I used a note-taking system based on sending emails to myself using my
Blackberry. Rite-in-the-Rain notebooks worked well for Dan.
I personally find it easiest to use the email method and copy the email
to email@example.com . EZbird recognizes bander’s codes (see
Pyle and DeSante http://www.birdpop.org/AlphaCodes.htm for
bander’s codes) and 6-letter codes and full species names. I get
an email back from EZBird within 5 minutes containing an
ebird-formatted excel file. See www.EZBird.com for details.
See above for more on Blackberries.
Optional or nice-to-have items:
For owling, super-bright police flashlights are great. For
getting around in the dark, something much smaller and lighter works
better. I personally prefer to not bring a small flashlight and
instead use the light from my blackberry screen to get around in the
dark. It is more than adequate for that purpose.
2) 4WD: If
you plan to explore back roads in the rainy season, which we did, then
a four-wheel drive vehicle is essential. Angehr et. al.
provide great guidance on which locations require 4WD. Note that
many locations do not require 4WD and you can save about 50% on your
rental by sticking to 2WD. You can have a fantastic birding trip
in Panama with 2WD.
Not necessary, especially if you have a blackberry for email. If
you do bring a computer, bring something small like a 8 or 10 inch
notpad. There are internet cafes everywhere these days and they
are cheap. $0.50 per hour for internet was a typical
rate. Many hotels have free WIFI.
helpful for keeping track of where you are, especially if you plan to
enter your data into ebird. Mine was too low-end and old (Garmin
210) to work in the forest and I would have appreciated a better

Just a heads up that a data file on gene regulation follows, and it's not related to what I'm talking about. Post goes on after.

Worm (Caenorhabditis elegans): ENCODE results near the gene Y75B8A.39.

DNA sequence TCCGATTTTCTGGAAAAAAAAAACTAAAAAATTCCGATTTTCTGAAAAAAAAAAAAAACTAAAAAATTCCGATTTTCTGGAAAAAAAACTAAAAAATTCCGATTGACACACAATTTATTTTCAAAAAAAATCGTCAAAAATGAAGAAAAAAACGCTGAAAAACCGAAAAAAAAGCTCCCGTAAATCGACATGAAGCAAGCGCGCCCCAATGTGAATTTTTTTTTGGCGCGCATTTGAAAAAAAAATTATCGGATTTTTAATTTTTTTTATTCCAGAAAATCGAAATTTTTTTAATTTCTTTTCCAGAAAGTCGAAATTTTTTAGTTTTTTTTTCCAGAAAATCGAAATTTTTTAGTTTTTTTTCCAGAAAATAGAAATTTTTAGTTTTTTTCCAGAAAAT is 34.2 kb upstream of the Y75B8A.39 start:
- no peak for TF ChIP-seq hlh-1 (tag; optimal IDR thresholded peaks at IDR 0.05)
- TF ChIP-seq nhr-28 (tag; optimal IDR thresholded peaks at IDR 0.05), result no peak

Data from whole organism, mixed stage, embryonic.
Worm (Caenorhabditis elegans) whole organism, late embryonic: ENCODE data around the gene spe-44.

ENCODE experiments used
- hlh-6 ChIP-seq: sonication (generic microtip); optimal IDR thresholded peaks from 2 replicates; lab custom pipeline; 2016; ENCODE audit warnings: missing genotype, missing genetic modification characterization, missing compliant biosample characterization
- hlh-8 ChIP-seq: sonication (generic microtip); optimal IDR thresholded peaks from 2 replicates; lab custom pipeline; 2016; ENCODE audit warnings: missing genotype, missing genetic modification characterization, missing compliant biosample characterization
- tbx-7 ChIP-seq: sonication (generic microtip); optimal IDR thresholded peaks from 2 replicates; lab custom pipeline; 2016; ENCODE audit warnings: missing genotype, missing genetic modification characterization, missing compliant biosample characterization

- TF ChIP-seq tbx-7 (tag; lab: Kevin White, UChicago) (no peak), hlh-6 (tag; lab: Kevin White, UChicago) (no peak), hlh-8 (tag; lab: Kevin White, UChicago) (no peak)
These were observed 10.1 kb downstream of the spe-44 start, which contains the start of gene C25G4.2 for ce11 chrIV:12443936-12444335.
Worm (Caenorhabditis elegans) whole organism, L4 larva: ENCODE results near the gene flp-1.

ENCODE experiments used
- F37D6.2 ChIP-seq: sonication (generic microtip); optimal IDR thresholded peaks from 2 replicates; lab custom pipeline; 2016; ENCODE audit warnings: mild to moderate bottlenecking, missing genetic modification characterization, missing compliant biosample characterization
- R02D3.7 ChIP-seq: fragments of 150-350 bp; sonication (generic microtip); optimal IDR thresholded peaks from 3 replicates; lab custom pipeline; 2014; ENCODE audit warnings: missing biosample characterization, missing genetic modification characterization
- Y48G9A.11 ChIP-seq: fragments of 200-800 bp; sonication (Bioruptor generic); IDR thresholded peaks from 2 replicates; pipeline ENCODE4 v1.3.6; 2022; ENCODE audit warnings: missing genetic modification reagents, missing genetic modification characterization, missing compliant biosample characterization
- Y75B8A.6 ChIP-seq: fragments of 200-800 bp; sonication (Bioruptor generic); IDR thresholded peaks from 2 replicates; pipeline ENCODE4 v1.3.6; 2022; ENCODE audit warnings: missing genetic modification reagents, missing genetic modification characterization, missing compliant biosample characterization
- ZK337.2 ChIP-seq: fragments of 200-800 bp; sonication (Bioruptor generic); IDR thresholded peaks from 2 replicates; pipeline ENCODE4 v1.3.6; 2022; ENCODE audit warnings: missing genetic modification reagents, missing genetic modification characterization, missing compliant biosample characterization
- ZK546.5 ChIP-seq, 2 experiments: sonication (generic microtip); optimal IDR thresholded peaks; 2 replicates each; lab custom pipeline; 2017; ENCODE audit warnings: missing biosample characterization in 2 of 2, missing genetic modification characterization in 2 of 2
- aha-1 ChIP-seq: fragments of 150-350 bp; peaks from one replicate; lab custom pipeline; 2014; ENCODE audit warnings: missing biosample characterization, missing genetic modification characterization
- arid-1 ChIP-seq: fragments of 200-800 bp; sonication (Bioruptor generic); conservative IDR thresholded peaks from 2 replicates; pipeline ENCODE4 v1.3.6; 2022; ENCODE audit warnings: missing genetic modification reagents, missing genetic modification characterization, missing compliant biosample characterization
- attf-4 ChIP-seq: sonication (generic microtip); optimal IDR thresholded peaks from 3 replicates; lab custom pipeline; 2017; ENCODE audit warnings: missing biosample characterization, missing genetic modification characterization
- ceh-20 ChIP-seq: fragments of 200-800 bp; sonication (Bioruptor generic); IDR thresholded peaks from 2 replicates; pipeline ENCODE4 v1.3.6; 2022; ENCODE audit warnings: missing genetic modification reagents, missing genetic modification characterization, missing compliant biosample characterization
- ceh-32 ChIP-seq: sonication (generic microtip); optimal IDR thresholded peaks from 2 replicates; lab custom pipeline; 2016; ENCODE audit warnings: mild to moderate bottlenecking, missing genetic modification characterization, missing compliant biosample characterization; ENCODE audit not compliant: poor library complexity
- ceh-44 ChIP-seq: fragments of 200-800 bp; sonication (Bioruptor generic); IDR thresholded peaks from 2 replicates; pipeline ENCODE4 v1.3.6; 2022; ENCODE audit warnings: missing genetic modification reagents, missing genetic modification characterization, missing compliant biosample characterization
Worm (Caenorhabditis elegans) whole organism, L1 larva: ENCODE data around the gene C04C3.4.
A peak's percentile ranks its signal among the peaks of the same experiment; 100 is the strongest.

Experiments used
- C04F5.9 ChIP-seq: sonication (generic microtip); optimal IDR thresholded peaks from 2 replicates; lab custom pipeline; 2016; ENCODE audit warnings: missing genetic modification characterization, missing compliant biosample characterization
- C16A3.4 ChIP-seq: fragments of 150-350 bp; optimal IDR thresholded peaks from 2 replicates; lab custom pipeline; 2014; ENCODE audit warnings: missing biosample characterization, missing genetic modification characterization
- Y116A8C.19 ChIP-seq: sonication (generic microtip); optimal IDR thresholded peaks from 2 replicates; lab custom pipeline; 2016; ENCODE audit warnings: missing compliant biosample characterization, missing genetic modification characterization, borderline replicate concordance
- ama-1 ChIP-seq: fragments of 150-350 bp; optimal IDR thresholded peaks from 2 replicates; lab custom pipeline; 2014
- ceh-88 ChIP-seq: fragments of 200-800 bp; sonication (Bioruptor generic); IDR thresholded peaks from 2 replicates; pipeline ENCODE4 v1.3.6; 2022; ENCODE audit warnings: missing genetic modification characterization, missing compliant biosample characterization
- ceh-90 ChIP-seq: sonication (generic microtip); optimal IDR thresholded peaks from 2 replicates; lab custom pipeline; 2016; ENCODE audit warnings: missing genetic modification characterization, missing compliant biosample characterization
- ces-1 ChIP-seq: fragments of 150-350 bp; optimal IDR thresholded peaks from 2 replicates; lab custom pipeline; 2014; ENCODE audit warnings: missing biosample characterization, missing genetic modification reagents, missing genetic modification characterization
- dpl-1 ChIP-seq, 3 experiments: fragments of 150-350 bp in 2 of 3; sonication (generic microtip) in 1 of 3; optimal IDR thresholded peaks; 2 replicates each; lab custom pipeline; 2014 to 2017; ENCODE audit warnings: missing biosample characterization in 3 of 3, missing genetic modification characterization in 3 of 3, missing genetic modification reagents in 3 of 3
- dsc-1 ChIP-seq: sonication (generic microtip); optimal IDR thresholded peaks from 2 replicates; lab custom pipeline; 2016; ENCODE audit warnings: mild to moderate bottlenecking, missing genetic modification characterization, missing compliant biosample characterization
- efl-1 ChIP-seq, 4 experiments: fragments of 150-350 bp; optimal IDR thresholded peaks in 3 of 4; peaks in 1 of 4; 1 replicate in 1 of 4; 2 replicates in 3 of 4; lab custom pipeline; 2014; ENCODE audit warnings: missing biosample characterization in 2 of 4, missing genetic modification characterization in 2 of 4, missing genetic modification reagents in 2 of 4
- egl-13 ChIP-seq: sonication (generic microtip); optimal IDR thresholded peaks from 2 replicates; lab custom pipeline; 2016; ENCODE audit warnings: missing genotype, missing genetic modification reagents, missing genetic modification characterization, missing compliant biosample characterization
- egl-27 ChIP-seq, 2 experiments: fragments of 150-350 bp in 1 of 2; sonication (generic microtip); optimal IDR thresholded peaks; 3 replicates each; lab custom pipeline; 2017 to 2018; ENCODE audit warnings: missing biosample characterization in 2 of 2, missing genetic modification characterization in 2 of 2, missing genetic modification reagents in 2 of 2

unit. The smaller the better because you will be carrying it many
miles. Water-resistant. Note: I feel that a GPS unit is a
useful safety device in the event that I got lost. In forested
areas, especially in the mountains, navigation by any other method is
difficult or impossible for outsiders. People can and do get
seriously lost. At a minimum, you should have a cheap miniature
compass. If I were going again, I think I would get one of those
GPS watches for runners.
5) Scope: My recommendation is to think
seriously about leaving it at home. If you want to set up on
raptors, toucans, trogons, etc and take extended looks, then a scope is
great. I personally was more interested in getting to know the
tropical flycatchers, warblers, Thamnophilids, Woodcreepers, etc and
for that kind of birding a scope is not useful. A scope is also
one more expensive piece of equipment to worry about in your car or
hotel room. Note that many guides carry scopes. We did a
little shorebirding and scanning fields, but the bottom line is that I
was with guides who carried a scope for about 10 days and we
encountered zero birds that couldn’t be identified without a
scope. Besides, my 15x Image stabilized binoculars provided looks
comparable to what I could see in a scope at lower magnification.